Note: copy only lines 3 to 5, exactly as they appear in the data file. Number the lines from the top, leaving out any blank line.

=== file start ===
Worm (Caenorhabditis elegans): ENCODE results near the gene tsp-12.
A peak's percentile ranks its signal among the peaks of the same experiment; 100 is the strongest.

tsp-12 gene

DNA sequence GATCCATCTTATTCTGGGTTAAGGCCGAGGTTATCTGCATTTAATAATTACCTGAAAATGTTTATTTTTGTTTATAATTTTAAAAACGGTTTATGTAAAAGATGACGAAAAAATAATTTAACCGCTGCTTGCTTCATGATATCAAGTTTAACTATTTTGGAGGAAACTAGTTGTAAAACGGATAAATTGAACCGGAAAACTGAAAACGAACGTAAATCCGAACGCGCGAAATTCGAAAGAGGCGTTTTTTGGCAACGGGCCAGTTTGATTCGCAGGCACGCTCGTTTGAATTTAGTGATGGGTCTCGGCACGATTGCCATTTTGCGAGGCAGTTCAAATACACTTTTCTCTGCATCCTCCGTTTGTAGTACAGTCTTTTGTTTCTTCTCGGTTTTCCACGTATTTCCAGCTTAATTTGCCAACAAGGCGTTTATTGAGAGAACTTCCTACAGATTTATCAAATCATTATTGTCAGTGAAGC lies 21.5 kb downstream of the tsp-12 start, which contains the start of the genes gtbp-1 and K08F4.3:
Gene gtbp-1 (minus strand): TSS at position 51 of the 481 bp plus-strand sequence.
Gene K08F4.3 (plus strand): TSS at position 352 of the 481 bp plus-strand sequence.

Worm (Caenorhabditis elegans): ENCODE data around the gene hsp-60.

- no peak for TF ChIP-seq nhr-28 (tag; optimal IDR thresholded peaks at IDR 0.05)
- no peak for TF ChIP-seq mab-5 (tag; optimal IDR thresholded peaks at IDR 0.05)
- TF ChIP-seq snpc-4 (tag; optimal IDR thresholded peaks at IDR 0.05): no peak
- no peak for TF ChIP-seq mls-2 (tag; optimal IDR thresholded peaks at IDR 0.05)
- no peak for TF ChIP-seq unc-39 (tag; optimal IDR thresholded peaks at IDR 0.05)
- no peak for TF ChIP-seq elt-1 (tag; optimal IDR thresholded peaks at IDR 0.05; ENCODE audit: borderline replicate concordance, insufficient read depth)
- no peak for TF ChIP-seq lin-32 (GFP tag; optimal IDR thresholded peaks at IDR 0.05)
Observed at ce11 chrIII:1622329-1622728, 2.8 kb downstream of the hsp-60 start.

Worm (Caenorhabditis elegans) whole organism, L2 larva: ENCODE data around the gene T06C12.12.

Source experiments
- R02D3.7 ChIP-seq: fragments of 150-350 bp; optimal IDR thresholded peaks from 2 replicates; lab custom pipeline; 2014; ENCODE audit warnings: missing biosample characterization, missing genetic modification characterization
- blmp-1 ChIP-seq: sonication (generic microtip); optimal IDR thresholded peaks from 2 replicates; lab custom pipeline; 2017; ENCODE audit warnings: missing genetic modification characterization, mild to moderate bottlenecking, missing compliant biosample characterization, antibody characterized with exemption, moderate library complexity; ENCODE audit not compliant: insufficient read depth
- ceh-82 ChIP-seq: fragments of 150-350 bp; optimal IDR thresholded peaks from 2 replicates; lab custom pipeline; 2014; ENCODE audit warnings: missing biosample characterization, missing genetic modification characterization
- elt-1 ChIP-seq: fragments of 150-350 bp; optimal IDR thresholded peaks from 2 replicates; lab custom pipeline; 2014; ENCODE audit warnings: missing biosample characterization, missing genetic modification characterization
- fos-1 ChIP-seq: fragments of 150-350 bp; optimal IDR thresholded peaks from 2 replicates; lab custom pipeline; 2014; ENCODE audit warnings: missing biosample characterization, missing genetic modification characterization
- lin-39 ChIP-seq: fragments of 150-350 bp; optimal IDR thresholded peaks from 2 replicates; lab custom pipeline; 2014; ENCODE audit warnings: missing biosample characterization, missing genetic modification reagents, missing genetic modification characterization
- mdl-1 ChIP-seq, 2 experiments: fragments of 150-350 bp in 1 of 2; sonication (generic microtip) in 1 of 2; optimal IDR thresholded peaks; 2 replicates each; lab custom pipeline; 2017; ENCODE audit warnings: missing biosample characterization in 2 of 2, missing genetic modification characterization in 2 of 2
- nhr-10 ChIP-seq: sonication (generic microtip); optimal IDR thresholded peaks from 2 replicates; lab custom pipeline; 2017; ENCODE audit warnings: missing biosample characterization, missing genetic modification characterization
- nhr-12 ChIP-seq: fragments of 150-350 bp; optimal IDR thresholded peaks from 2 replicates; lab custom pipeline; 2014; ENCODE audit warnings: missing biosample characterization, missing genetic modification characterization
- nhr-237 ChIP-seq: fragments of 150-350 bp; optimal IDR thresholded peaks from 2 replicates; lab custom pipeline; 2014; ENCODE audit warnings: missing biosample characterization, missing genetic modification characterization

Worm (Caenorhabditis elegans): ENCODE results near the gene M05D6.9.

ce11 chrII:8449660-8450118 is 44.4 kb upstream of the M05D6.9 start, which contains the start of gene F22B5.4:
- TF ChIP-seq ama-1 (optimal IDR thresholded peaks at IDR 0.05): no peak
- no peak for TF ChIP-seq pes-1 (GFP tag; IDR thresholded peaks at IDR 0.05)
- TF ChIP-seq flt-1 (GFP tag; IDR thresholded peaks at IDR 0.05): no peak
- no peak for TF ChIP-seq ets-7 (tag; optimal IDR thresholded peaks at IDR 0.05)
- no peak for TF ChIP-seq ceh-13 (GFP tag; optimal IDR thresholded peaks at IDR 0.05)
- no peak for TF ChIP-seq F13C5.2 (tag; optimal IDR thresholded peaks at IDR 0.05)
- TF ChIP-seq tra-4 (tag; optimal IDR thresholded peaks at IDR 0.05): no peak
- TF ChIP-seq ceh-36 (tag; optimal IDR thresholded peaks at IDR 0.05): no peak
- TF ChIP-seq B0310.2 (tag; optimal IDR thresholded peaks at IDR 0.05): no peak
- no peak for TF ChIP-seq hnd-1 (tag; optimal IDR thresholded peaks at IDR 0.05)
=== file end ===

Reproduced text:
tsp-12 gene

DNA sequence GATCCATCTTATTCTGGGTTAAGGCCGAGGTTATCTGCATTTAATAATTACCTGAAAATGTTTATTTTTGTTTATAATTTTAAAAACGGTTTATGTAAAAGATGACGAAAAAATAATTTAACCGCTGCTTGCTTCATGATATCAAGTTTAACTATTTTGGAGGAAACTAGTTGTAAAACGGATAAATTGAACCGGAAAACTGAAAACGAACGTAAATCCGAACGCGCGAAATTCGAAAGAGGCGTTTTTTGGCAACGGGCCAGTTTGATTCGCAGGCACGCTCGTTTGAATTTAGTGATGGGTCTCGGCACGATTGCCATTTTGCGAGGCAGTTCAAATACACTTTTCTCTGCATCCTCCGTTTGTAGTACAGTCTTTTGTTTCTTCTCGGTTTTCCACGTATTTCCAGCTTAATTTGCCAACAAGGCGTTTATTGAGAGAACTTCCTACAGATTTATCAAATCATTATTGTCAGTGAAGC lies 21.5 kb downstream of the tsp-12 start, which contains the start of the genes gtbp-1 and K08F4.3:
Gene gtbp-1 (minus strand): TSS at position 51 of the 481 bp plus-strand sequence.